Classically known as the “forgotten middle children,” Generation X has been overshadowed by their Baby Boomer and Millennial siblings for decades.
Boomers, known for their traditional preferences, are largely targeted for direct mail and major gifts from nonprofits. Millennials, known for their social media skills, have paved the way for digital adoption.
But what about Gen Xers?
Stuck somewhere in the middle, their behaviors, outlook on life and channel preferences have been a little harder for nonprofits to pin down.
And as they age into prime giving years, it’s more important than ever for organizations to understand how – and where – to reach them.
If you haven’t already, I recommend reading our latest study, “Don’t You Forget About Me: The Nonprofit Marketer’s Guide to Generation X,” for a comprehensive look at this next cohort of givers.
But in the meantime, I wanted to call out one element of the study. When it comes to fundraising, Gen Xers have shown a wide range of channel preferences and attitudes toward giving.
This key factor alone will have huge implications on the methods nonprofits will need to use to reach Gen X.
First, a little background
Here’s a quick rundown of some of the things that make Gen X, Gen X.
Born between the years of 1965 and 1983, Gen Xers’ outlook on life was greatly shaped by two things.
First was the shift of the traditional family model. Often left to their own devices after school, Gen Xers grew up independent and able to fend for themselves – a detail that impacts their attitude toward life each and every day.
Second, the rise of technology caused a distinctive split between “Older” and “Younger” Gen Xers. While Older Gen X reached adulthood in a mostly analog world, Younger Gen Xers had home computers and the iconic screech of dial-up internet that we all know and love.
You can read more about the split between Older and Younger Gen X here, but this piece of information is key when we take a look at their giving habits and attitudes.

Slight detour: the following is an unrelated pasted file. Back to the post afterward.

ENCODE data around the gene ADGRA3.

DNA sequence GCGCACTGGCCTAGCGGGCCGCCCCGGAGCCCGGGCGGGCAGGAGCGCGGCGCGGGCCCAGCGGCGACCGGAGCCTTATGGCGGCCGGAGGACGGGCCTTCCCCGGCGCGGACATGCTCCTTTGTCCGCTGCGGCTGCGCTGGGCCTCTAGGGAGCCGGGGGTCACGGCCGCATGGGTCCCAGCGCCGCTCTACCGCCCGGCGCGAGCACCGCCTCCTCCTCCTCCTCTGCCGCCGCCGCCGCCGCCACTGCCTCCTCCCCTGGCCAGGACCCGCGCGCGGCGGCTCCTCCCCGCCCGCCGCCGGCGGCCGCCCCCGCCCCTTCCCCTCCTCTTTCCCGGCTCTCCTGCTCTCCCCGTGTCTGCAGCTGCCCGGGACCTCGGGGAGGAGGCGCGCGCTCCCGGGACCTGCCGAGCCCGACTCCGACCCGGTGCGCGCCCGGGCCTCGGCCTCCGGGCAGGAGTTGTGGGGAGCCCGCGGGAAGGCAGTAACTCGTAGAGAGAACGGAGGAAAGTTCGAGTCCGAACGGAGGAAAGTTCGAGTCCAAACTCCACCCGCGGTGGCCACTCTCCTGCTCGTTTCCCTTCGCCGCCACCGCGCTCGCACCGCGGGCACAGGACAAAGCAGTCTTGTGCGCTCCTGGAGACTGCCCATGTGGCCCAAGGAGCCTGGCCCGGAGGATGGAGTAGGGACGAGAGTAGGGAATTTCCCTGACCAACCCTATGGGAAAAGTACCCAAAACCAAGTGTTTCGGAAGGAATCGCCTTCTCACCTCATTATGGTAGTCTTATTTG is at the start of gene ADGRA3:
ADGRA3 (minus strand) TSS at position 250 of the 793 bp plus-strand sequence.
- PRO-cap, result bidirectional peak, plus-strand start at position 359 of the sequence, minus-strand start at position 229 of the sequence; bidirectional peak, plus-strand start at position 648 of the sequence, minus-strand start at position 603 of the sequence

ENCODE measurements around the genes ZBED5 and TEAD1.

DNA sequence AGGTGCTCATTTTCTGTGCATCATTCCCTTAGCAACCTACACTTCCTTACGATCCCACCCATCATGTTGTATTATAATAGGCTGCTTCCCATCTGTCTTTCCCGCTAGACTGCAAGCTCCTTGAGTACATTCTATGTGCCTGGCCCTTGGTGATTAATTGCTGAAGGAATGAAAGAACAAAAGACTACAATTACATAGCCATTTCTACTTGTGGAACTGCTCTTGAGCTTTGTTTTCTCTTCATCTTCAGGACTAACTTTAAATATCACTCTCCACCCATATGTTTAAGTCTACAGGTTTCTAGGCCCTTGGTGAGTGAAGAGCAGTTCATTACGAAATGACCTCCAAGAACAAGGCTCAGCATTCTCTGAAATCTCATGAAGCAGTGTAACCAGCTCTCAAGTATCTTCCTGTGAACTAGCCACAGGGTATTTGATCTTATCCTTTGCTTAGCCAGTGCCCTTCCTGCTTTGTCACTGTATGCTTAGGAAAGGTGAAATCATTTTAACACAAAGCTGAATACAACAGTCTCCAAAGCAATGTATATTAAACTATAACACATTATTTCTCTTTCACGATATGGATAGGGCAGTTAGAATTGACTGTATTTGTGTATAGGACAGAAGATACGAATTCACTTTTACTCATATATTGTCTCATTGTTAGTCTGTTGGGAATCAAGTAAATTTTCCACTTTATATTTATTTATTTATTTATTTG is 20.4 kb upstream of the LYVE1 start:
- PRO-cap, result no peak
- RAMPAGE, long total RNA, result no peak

A diverse set of channel tendencies and attitudes
One of the most fascinating things about Generation X is the diversity in the ways they approach giving.
As you can see in the chart below, Older Gen Xers prefer direct mail and telemarketing. Younger Gen Xers are much more likely to respond to an appeal they first saw online. This reflects the evolution of technology in their formative years.
In addition to the wide range of channels that Generation X as a whole responds to, their attitudes toward life and giving range as well.
- When asked about their feelings on embracing change, 60% of Younger Gen Xers responded positively to it, compared to only 39% of Older Gen Xers
- Older Gen Xers indicated more interest in the traditional donation model of making a financial contribution and receiving impact reports
- Younger Gen Xers showed a much stronger affinity for helping to increase the clout of the organization itself
How do you cater to this wide range?
There’s a broad variety of opinions and preferences when it comes to Generation X. What does this mean as you plan your strategies? I think it can be summarized in three main points:
1. A multichannel strategy is essential
When you’re trying to reach a generation whose channel preferences range from email to telemarketing to direct mail, you can’t limit yourself to any one channel. Using a multichannel strategy is essential in making sure all Gen Xers are being reached and feeling heard.
2. Integrated messaging throughout
In addition, an integrated message across all channels is key. Gen X has shown us that they’re consuming information in multiple forms. An integrated message will help provide brand consistency and strengthen the overall donor experience.
3. Testing will help you determine a happy medium
As always, testing is key. With varying preferences and attitudes toward giving, it’s important to get a testing strategy in place for your organization. When talking to an audience this broad, testing in all channels with varying language will help you find the sweet spot for your donors. Maybe you have an older audience who is very technology-savvy, or a younger audience who loves receiving mail. You’ll never know until you run a test to find out.
The bottom line: Although Generation X may prefer to fly under the radar, they’re poised to make a big splash in the fundraising world over the next several years. For nonprofits looking to take advantage of this rise, finding the right mix of channels and language will be essential for acquisition and retention.